Managing your bedtime can help you avoid something Hoffman calls “social jetlag,” similar to the disorientation that can affect your internal clock when flying across time zones. Social jetlag results from inconsistent bedtime and screen time and can increase your risk for cancer, cardiovascular disease, diabetes, or weight gain later in life.
Pay attention to what you’re eating & drinking
If you’re feeling tired or your sleep quality is poor, it may have something to do with what you’re eating or drinking.
Fenn said it’s best to avoid caffeine six to eight hours before bed, and alcohol four hours before bed. Alcohol, Fenn said, may help you fall asleep easier, but it also results in fragmented sleep.
“When you’re going through these sleep cycles … when your body goes up to hit REM (rapid eye movement phase of sleep), you actually wake up,” Fenn said.
Regulate your sleeping environment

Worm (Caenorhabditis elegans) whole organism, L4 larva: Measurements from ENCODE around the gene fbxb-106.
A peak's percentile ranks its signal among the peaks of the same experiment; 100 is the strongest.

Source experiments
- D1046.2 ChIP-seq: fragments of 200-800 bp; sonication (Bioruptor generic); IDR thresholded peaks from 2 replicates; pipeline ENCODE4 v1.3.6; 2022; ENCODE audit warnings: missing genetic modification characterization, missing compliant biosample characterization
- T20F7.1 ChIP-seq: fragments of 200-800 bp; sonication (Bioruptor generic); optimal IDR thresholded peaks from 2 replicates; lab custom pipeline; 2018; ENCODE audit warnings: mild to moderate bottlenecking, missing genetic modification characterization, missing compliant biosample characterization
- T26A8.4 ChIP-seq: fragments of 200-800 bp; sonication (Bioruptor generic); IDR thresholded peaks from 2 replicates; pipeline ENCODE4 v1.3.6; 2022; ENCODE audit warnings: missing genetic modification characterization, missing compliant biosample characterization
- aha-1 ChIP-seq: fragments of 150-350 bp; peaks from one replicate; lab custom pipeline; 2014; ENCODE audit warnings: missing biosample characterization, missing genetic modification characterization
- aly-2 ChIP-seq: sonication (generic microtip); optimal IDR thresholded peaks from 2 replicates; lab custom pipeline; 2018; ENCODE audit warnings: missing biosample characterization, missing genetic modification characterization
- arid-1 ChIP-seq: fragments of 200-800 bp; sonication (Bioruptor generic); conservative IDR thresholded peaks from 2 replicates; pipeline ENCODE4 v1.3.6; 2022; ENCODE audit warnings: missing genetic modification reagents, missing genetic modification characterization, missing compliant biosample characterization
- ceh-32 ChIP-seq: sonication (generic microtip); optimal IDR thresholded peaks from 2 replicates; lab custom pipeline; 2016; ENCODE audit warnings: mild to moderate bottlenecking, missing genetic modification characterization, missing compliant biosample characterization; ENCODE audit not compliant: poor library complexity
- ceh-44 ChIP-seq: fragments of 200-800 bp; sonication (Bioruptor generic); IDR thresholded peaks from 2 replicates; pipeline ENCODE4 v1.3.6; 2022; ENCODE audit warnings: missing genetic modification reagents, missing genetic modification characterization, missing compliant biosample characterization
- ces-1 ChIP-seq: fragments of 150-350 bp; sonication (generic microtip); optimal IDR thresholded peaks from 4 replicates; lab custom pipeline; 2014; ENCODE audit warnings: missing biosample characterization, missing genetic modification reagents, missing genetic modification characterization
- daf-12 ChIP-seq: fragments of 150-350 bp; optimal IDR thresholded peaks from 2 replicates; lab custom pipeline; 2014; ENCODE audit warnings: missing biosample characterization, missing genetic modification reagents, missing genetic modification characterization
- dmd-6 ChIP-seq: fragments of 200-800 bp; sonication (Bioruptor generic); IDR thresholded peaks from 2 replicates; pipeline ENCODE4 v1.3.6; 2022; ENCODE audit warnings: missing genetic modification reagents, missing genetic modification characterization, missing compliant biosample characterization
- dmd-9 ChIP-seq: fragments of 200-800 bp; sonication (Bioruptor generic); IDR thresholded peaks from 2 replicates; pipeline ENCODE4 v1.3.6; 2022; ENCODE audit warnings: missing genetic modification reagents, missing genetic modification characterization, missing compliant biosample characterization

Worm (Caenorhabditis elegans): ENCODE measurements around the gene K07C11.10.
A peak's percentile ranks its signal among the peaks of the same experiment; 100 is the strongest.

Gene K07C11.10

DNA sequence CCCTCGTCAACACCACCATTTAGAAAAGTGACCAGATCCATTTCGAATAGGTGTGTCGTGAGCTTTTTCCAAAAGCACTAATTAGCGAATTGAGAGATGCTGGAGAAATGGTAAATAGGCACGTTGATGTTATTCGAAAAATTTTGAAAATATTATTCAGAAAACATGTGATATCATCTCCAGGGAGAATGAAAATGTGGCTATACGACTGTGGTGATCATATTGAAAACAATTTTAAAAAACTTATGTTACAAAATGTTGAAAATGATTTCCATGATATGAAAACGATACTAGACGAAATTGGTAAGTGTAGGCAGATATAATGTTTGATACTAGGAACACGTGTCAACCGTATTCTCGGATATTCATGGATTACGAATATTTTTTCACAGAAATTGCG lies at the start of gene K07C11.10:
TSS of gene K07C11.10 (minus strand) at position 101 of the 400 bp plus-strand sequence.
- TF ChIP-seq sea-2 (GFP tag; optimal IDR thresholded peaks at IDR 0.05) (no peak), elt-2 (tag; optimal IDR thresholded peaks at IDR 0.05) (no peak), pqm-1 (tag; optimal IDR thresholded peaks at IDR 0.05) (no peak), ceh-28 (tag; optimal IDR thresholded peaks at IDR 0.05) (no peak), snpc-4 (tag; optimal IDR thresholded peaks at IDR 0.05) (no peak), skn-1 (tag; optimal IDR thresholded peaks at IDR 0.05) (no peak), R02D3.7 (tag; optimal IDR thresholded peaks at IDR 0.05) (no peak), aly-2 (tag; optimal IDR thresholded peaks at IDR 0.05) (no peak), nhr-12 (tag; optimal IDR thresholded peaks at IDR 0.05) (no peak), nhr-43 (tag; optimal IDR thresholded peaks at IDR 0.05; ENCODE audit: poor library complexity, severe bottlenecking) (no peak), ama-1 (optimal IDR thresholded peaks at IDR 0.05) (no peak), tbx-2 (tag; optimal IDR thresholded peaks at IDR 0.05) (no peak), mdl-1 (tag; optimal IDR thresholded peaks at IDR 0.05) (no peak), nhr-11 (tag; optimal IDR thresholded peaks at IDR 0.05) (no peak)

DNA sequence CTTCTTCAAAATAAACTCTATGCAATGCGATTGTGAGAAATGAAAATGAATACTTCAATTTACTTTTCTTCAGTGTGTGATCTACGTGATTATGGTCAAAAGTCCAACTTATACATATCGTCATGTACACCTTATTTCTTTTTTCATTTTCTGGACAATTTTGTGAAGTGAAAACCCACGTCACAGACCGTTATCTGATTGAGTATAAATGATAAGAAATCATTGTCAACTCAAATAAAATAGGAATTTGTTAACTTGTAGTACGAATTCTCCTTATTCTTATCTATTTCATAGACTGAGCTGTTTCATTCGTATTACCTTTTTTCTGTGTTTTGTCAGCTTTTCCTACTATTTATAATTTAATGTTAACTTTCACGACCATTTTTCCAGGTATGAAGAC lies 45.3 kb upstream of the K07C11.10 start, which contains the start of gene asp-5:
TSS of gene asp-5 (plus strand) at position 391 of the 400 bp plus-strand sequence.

Creating a comfortable and sleep-friendly environment is also a good way to increase sleep quality, Fenn said. She recommends blackout shades for students that have windows exposed to light sources like streetlights, as the light will cue your brain to daytime. She also said a temperature of 60 to 62 degrees Fahrenheit is best.
Noise also affects sleep quality, Fenn said. She said the first few hours of sleep are the most important, and they’re also very hard to wake up from.
Finally, ensuring you have a comfortable environment will help enhance your sleep quality. Don’t buy a cheap mattress, Fenn said, and make sure it's as comfortable as possible.